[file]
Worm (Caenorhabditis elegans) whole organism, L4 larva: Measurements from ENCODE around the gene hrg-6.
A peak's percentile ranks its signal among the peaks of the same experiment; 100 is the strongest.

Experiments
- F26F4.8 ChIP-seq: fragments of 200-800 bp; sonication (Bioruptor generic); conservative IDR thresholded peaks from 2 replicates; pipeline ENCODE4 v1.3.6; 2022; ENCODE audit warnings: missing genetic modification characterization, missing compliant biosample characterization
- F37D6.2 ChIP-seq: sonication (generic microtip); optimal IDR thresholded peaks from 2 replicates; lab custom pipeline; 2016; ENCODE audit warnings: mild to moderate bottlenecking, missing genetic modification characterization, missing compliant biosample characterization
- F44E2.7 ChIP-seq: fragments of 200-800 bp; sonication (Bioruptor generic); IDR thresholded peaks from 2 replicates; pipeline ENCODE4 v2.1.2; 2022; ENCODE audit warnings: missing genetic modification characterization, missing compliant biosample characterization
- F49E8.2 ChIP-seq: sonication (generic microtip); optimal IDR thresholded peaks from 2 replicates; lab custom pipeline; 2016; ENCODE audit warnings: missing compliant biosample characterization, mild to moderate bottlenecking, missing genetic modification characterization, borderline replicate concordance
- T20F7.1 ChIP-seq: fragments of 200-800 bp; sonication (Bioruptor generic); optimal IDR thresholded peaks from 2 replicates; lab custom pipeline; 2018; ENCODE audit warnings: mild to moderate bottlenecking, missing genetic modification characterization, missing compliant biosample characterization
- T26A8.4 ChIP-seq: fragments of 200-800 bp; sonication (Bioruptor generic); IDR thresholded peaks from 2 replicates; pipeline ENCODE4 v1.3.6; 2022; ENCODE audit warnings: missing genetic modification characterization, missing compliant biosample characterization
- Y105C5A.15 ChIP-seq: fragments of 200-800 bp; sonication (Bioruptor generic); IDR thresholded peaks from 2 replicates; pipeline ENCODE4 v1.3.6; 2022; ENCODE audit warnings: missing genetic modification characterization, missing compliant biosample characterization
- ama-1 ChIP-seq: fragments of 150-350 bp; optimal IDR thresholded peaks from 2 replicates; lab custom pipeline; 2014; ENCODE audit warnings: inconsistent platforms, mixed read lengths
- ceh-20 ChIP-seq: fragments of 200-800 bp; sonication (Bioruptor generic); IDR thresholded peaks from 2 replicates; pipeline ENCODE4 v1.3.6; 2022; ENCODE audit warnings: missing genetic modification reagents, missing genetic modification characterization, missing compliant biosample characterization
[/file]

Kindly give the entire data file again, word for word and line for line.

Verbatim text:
Worm (Caenorhabditis elegans) whole organism, L4 larva: Measurements from ENCODE around the gene hrg-6.
A peak's percentile ranks its signal among the peaks of the same experiment; 100 is the strongest.

Experiments
- F26F4.8 ChIP-seq: fragments of 200-800 bp; sonication (Bioruptor generic); conservative IDR thresholded peaks from 2 replicates; pipeline ENCODE4 v1.3.6; 2022; ENCODE audit warnings: missing genetic modification characterization, missing compliant biosample characterization
- F37D6.2 ChIP-seq: sonication (generic microtip); optimal IDR thresholded peaks from 2 replicates; lab custom pipeline; 2016; ENCODE audit warnings: mild to moderate bottlenecking, missing genetic modification characterization, missing compliant biosample characterization
- F44E2.7 ChIP-seq: fragments of 200-800 bp; sonication (Bioruptor generic); IDR thresholded peaks from 2 replicates; pipeline ENCODE4 v2.1.2; 2022; ENCODE audit warnings: missing genetic modification characterization, missing compliant biosample characterization
- F49E8.2 ChIP-seq: sonication (generic microtip); optimal IDR thresholded peaks from 2 replicates; lab custom pipeline; 2016; ENCODE audit warnings: missing compliant biosample characterization, mild to moderate bottlenecking, missing genetic modification characterization, borderline replicate concordance
- T20F7.1 ChIP-seq: fragments of 200-800 bp; sonication (Bioruptor generic); optimal IDR thresholded peaks from 2 replicates; lab custom pipeline; 2018; ENCODE audit warnings: mild to moderate bottlenecking, missing genetic modification characterization, missing compliant biosample characterization
- T26A8.4 ChIP-seq: fragments of 200-800 bp; sonication (Bioruptor generic); IDR thresholded peaks from 2 replicates; pipeline ENCODE4 v1.3.6; 2022; ENCODE audit warnings: missing genetic modification characterization, missing compliant biosample characterization
- Y105C5A.15 ChIP-seq: fragments of 200-800 bp; sonication (Bioruptor generic); IDR thresholded peaks from 2 replicates; pipeline ENCODE4 v1.3.6; 2022; ENCODE audit warnings: missing genetic modification characterization, missing compliant biosample characterization
- ama-1 ChIP-seq: fragments of 150-350 bp; optimal IDR thresholded peaks from 2 replicates; lab custom pipeline; 2014; ENCODE audit warnings: inconsistent platforms, mixed read lengths
- ceh-20 ChIP-seq: fragments of 200-800 bp; sonication (Bioruptor generic); IDR thresholded peaks from 2 replicates; pipeline ENCODE4 v1.3.6; 2022; ENCODE audit warnings: missing genetic modification reagents, missing genetic modification characterization, missing compliant biosample characterization